So, since it was unthinkable that Alec should have to drop rank, the only answer was for me to raise mine. I should have to become an independent gentleman. For this purpose I should need both money and education. As far as money was concerned, I had already a good sum banked and invested. And everyone knows that money breeds money; A hundred pounds is easily enough turned into a thousand, and one thousand into ten, if one is shrewd and cautious. Education, however, was a knottier problem to tackle. I was already too old to attend a school, and a university place was not going to be possible without a school from which to come. But I had a good many gentlefolk to give me a pattern on which to model myself. Mr Gibbs was one; the Comptroller of the Privy Purse was decidedly another. And, best of all, I had Alec, who set a shining example of gentleness, courtesy and integrity to the whole world.

For by now we were sharing a room and a bed. In those days it was not thought unusual for two young men to sleep together, especially in the lower ranks of society. I hear it is very different nowadays. Bless us! In my grandparents' day whole families used to share a bed. Be that as it may, Alec and I slept together on most nights, though as a rule by bedtime I was so weary as to be able to do nothing but sleep. In the mornings, however, it was a different story.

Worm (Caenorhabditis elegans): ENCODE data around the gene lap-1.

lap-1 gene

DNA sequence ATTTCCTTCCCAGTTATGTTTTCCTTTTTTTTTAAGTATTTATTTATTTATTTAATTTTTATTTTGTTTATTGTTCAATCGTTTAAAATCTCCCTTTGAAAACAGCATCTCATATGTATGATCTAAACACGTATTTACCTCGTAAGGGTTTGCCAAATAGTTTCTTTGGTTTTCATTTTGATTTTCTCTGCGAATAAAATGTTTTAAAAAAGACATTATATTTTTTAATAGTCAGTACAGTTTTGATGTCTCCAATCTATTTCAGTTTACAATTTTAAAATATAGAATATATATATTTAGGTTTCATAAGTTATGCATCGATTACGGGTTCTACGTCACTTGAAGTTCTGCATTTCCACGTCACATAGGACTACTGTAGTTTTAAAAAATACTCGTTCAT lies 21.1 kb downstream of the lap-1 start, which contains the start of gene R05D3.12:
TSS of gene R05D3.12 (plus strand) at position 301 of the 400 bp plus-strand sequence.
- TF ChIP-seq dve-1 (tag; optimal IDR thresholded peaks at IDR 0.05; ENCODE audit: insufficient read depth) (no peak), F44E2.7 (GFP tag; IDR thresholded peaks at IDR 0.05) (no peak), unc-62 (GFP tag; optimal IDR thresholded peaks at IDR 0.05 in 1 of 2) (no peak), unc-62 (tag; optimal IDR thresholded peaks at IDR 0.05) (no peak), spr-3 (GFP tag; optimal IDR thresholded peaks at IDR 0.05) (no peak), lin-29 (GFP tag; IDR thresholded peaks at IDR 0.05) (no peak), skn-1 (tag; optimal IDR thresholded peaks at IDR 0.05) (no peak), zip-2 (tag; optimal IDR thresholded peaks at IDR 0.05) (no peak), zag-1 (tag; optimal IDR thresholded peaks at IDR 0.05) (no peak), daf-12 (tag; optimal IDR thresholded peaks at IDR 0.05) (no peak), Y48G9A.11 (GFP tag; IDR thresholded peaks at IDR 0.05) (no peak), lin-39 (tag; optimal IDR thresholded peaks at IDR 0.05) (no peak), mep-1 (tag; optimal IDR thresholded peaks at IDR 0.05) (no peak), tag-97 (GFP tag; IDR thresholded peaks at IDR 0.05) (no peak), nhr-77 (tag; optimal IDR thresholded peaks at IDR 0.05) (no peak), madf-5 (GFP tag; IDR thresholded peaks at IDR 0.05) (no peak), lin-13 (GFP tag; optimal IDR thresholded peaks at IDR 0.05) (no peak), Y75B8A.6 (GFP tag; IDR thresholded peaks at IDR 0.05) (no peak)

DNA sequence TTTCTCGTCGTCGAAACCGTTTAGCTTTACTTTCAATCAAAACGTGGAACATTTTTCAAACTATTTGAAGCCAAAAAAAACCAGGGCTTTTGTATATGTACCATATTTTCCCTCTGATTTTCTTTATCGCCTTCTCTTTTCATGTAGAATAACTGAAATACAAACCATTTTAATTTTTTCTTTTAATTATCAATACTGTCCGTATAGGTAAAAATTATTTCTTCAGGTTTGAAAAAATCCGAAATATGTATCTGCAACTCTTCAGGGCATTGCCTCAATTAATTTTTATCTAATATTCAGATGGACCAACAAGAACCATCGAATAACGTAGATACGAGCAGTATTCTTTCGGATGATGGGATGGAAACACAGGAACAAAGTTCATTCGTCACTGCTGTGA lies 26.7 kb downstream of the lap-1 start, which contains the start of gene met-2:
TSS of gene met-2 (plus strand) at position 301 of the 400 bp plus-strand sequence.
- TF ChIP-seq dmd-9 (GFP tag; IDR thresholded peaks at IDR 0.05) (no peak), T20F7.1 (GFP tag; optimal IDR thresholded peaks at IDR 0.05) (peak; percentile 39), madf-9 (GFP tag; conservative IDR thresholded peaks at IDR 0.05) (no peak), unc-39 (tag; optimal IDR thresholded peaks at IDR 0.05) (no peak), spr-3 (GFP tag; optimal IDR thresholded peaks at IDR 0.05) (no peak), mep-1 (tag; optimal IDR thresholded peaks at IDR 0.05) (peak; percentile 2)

I believe that the free and equal love between two boys or young men is the purest and most beautiful that there can be, far surpassing the love of a husband and wife. For who can best understand the thoughts and the emotions of a boy or young man than another such? I don't know whether Alec or I ever said the words "I love you" to the other; we just knew it to be so.

I had never seen, and indeed have never seen since, a creature of such physical perfection as Alec Cranborne. Every part of his body was in proportion; he might have posed for Pheidias. And his nature was gentle and kind. His father, and other men – and indeed women – around the Court might have worried that he was not sufficiently masculine, that he was not as "manly" as he ought to have been. But I knew to a nicety how masculine he was since I was regularly the recipient of his manhood, to the very great pleasure of both of us.